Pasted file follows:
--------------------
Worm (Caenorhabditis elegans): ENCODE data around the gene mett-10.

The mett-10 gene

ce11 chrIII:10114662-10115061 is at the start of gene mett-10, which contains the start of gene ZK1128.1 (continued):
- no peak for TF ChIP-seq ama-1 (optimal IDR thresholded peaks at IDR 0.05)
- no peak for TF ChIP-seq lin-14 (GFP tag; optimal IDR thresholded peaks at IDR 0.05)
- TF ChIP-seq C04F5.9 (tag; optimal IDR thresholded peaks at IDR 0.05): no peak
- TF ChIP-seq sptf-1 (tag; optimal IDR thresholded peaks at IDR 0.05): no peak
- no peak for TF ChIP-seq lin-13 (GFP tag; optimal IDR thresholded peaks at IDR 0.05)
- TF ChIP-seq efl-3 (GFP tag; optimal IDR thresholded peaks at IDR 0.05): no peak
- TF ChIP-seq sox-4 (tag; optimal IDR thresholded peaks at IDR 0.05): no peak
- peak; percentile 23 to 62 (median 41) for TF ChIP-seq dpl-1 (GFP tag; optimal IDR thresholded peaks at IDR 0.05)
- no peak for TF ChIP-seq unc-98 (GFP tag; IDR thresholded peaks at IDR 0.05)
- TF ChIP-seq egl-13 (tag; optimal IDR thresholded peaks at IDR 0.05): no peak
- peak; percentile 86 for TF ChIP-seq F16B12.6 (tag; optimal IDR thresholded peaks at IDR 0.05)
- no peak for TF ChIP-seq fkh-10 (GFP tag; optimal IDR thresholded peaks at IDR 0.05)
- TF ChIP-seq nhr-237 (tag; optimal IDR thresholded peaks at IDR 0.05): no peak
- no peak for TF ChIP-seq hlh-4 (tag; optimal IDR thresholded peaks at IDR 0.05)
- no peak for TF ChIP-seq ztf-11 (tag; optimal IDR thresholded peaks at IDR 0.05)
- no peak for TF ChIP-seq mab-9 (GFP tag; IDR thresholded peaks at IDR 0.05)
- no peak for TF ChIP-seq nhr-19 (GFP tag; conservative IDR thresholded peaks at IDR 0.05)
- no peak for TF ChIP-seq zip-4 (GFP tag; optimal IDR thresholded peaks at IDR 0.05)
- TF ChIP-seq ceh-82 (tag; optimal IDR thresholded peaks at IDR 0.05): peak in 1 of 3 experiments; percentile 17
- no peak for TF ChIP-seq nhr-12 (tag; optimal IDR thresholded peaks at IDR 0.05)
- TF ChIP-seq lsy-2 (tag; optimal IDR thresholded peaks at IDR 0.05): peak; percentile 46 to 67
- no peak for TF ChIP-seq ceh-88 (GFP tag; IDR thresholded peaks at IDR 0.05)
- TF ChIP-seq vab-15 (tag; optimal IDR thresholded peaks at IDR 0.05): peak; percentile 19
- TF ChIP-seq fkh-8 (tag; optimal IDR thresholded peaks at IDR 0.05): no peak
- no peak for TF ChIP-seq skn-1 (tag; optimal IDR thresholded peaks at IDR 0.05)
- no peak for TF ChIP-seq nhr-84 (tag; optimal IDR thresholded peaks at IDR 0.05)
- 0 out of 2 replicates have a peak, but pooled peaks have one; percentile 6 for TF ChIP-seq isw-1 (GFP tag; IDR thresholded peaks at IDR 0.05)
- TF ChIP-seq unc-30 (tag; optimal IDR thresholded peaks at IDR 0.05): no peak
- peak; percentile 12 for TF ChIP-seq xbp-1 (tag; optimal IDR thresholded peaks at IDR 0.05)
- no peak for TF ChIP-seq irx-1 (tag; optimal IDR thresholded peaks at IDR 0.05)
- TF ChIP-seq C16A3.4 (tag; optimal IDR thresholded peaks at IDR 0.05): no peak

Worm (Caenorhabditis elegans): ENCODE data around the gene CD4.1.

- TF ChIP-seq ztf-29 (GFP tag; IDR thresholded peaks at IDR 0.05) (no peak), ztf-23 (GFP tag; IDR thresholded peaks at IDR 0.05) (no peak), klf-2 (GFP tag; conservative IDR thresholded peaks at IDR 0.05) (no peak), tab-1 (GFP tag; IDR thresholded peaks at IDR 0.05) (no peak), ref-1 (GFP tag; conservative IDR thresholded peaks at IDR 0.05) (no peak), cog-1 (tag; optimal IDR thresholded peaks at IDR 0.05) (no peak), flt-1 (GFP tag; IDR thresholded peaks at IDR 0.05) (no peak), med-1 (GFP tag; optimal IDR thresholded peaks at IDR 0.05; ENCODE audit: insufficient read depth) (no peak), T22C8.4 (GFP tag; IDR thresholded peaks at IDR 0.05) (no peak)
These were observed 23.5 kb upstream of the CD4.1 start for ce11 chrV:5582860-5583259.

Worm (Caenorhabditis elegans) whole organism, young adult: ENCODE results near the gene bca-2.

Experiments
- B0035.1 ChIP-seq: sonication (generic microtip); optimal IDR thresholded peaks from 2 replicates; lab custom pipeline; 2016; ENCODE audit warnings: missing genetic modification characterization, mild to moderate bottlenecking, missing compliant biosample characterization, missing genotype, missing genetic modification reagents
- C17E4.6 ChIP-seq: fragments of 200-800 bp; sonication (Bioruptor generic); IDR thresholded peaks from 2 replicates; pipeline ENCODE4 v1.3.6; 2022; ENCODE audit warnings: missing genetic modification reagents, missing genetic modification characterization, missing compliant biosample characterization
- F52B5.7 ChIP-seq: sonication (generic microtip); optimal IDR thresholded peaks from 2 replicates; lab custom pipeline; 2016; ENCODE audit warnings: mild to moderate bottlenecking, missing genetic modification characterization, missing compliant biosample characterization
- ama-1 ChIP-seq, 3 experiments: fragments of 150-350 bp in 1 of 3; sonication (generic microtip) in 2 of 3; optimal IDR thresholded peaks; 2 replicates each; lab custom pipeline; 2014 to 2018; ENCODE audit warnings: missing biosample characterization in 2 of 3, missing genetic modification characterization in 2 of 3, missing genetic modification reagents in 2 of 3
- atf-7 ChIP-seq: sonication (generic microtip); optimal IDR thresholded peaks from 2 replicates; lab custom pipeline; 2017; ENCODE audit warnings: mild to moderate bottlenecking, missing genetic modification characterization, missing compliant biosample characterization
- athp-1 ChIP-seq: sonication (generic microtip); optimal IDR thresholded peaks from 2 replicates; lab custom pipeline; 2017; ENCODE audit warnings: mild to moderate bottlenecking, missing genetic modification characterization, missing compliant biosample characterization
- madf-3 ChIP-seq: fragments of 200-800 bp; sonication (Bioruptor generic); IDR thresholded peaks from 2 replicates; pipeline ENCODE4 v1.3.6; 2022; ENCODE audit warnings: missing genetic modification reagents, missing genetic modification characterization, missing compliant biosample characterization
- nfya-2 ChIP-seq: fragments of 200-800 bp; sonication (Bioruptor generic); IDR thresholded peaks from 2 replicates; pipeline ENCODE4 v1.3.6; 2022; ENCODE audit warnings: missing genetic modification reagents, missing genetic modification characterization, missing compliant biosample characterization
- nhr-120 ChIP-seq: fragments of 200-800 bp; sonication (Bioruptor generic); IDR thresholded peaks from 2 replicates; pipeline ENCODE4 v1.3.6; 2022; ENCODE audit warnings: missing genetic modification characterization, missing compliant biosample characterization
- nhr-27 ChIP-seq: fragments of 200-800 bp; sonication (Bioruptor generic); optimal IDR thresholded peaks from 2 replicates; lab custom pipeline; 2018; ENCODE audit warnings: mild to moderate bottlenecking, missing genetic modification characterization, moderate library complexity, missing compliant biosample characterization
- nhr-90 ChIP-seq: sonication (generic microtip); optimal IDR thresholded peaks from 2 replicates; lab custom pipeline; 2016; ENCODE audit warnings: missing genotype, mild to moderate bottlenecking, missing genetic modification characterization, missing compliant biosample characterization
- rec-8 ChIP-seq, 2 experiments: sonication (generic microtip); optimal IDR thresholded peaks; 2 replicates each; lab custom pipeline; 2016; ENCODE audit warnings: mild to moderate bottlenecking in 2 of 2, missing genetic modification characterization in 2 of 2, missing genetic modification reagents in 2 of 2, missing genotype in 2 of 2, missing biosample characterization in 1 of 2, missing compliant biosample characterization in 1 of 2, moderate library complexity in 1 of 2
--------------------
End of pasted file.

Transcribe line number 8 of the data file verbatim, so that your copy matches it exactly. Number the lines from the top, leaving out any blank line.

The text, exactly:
- no peak for TF ChIP-seq lin-13 (GFP tag; optimal IDR thresholded peaks at IDR 0.05)